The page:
- Serve as a communications hub during times of disaster, helping to identify and address unmet medical needs of people living with diabetes by connecting them to providers on the ground.
In 2019, the DDRC continued to provide support to those affected by hurricanes and other natural disasters including wildfires and flooding. Efforts included printable documents detailing resources and support through the ADA Call Center at 1-800-DIABETES, plus how to:
- build a diabetes emergency plan and kit
- safely store insulin in the event of an emergency
- safely switch from one insulin to another if your usual insulin is unavailable
And, importantly, Insulin for Life USA continues to collect unexpired and unopened diabetes supplies for certification and redistribution to those in need. All resources and more information is available for free download at diabetesdisasterresponse.org.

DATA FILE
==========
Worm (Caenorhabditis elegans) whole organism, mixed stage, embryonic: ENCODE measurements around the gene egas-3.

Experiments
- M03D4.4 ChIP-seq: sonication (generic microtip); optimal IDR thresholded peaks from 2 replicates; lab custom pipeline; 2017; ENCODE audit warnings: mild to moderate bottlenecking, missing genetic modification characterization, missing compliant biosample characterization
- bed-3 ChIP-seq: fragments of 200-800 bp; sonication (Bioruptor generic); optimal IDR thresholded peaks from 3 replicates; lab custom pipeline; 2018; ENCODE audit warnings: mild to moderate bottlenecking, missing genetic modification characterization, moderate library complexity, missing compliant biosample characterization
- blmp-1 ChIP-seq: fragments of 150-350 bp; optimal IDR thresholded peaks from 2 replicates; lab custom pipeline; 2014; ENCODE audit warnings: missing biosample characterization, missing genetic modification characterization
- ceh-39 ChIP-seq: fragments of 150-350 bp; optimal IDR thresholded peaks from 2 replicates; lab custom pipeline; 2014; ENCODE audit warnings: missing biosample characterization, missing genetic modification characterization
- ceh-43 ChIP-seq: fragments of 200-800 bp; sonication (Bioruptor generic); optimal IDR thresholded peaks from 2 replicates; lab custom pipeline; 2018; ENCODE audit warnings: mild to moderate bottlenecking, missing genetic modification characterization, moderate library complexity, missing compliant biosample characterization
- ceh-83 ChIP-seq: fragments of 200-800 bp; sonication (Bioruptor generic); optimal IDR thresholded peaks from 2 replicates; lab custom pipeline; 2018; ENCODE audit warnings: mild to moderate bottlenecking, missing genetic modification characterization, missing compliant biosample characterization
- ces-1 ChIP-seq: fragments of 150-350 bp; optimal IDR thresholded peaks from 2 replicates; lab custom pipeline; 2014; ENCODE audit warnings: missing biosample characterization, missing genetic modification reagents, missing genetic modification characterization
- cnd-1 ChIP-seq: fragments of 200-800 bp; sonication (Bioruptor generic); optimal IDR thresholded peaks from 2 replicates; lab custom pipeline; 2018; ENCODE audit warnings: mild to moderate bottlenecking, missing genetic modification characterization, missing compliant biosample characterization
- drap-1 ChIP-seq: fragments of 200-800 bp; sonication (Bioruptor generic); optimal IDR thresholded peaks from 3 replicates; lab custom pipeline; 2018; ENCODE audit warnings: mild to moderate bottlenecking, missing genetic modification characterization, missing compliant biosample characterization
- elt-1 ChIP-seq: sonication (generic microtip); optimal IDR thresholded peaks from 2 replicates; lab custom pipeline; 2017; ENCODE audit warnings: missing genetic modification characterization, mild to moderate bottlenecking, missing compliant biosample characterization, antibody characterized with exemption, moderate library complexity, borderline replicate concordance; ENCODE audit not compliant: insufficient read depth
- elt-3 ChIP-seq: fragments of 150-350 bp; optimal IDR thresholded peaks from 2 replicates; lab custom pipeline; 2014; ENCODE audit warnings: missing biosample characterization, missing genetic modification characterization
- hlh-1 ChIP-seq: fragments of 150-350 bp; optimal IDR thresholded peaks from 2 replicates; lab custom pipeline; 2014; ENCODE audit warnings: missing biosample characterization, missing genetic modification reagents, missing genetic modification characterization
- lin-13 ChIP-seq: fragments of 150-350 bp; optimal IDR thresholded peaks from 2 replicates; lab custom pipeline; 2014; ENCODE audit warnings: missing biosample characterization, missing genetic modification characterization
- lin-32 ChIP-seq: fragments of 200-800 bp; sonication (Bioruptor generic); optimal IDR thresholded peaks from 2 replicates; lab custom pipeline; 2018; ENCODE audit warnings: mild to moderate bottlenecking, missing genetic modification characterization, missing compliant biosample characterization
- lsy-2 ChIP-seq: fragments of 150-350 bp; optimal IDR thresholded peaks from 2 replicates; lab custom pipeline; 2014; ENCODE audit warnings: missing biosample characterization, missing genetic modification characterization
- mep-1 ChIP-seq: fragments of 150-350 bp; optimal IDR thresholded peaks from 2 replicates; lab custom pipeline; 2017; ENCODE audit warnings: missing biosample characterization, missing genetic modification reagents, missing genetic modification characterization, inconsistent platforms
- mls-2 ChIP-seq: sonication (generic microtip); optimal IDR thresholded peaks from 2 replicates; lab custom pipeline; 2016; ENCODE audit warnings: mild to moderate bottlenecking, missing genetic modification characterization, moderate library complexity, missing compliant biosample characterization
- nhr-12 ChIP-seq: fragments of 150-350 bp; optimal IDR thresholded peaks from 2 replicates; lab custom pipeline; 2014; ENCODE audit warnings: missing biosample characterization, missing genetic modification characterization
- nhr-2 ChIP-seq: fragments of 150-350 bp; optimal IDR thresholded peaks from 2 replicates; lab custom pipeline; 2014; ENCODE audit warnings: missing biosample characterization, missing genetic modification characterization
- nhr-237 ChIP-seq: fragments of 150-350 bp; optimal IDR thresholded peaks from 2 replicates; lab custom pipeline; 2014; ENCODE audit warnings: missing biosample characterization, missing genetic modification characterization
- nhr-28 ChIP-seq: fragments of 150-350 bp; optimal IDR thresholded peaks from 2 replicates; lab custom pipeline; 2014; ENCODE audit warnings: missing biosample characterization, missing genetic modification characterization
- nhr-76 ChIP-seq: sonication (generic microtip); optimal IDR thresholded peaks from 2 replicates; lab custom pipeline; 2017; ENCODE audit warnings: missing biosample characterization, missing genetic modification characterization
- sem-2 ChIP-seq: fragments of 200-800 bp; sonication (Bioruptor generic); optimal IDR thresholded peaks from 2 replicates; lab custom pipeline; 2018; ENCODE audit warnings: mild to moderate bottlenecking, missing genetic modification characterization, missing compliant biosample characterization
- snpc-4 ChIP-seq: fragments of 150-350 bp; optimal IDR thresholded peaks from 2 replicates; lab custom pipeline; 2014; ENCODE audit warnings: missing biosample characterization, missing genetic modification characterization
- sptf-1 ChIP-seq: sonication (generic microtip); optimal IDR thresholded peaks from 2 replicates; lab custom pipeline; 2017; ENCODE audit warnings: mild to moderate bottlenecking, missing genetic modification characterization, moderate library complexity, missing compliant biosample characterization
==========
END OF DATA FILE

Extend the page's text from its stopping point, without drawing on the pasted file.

Diabetes camps and tech use
The ADA is also leading the way to ensure that staff and volunteers are ready to support the newest and most innovative technology solutions for diabetes management. With the support of The Leona M. and Harry B. Helmsley Charitable Trust, the ADA convenes and annual meeting of medical leaders and camp executives to address the changing landscape, determine best practices, and produce resources for all programs serving children with diabetes.
In 2019, ADA changed their policy on cell phones at diabetes camp to allow for use as a medical device and also focused on supporting DIY technology. Looking ahead to 2020, the leaders from the ADA, the Diabetes Education and Camping Association, and camps (both ADA and independent programs), are drafting new hypoglycemia protocols to enable use of CGM trend lines, particularly during the overnight hours.